letter Arbor Day May 18th By Laura Charlton - I am Chair of the Ketchikan Gateway Borough Tree Board. As you know, Ketchikan is a Tree City USA, designated by the National Arbor Day Foundation. The five member Tree Board is an advisory board to the Borough Assembly, and also works to help make sure Ketchikan's public trees, ie parks, public beaches, and street trees, are safe and healthy. We strive to assist our community to maintain the beauty of our native and ornamental trees. That said, Arbor Day in the state of Alaska is always the third Monday in May, this year it is May 18th. - More...
Thursday PM - May 07, 2015

letter Open Letter: Skewed Process in Forming Tongass Advisory Committee By David Beebe - The board of directors of the Greater Southeast Alaska Conservation Community collectively represents over two hundred years of experience on Tongass conservation issues. We are writing this open letter to express our displeasure on 2 counts: the skewed process the Forest Service used to form the Tongass Advisory Committee (TAC), and the predictably skewed product that committee is fabricating as evidenced by the current Draft Recommendations. - More...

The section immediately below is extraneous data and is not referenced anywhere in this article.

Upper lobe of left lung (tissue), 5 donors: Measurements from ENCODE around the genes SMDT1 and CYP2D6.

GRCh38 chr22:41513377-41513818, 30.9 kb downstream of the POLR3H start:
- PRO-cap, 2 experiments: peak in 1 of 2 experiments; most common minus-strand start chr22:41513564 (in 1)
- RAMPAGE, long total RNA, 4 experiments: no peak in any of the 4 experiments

Tuesday PM - May 05, 2015

letter Imperial Metals/ Mount Polley By Del Strasbourg - I agree that the Mount Polley tailings dam failure heavily impacted the areas downstream, investigations were warranted and changes had be made to prevent another spill in the future. It is very similar process when an aircraft crashes and hundreds of people are killed or when the Exxon Valdez dumped huge amounts oil in salmon rich waters. Investigations followed and corrective measures were taken but we didn’t stop flying and we didn't ban oil tankers. Terrible things happen but smart and responsible people analyze problems when they occur and develop better standards to avoid them in the future. - More...
Saturday PM - May 02, 2015